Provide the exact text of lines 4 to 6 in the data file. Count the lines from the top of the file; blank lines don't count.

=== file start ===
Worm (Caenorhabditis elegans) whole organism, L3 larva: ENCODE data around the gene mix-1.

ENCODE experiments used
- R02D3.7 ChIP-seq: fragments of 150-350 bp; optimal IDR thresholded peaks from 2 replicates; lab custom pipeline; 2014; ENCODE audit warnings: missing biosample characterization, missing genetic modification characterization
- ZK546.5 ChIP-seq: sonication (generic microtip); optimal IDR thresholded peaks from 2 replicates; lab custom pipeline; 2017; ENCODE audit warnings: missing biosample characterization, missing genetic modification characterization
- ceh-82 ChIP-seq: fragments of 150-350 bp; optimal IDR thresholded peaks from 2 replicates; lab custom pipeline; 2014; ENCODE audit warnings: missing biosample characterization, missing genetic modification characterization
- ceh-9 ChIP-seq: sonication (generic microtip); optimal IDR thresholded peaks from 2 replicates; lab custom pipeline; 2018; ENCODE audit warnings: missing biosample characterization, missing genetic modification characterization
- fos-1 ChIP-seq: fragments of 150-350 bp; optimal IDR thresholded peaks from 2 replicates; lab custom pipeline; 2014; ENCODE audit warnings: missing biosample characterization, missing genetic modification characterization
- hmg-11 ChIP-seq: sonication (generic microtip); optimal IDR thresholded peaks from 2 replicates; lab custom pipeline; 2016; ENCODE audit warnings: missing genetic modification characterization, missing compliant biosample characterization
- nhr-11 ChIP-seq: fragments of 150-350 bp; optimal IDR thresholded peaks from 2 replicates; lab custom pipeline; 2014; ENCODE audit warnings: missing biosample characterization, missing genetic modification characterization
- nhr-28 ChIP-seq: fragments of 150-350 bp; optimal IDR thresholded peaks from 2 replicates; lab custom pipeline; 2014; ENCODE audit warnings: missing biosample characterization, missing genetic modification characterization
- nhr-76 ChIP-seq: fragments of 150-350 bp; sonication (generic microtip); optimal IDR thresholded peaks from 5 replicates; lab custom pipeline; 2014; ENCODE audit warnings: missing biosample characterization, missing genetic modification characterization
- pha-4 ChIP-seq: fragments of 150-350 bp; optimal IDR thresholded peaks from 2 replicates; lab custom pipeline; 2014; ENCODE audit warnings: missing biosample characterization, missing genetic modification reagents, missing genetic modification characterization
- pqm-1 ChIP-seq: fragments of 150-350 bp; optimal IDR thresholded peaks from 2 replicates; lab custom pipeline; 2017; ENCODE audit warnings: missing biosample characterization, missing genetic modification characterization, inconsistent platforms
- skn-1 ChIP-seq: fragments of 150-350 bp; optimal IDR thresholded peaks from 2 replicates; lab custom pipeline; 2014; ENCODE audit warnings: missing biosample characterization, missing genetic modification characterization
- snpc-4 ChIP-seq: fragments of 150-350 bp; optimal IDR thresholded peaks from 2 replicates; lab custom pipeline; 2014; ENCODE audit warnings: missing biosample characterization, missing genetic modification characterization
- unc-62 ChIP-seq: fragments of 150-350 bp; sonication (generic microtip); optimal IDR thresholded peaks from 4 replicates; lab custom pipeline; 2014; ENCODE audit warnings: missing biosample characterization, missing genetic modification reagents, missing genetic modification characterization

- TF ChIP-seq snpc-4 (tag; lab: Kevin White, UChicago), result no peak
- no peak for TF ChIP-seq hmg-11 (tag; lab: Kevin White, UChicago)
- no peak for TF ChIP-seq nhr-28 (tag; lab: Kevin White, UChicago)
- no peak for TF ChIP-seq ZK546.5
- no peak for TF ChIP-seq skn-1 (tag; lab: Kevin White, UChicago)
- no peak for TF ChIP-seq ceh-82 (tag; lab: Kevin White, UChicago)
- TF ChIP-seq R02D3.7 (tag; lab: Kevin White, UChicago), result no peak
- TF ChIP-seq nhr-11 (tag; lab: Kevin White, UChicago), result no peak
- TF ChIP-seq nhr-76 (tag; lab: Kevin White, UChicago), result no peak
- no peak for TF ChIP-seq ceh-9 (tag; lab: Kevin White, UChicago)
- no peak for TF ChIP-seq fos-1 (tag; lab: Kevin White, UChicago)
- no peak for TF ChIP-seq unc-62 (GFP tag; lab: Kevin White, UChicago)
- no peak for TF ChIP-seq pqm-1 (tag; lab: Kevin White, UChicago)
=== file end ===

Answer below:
- ZK546.5 ChIP-seq: sonication (generic microtip); optimal IDR thresholded peaks from 2 replicates; lab custom pipeline; 2017; ENCODE audit warnings: missing biosample characterization, missing genetic modification characterization
- ceh-82 ChIP-seq: fragments of 150-350 bp; optimal IDR thresholded peaks from 2 replicates; lab custom pipeline; 2014; ENCODE audit warnings: missing biosample characterization, missing genetic modification characterization
- ceh-9 ChIP-seq: sonication (generic microtip); optimal IDR thresholded peaks from 2 replicates; lab custom pipeline; 2018; ENCODE audit warnings: missing biosample characterization, missing genetic modification characterization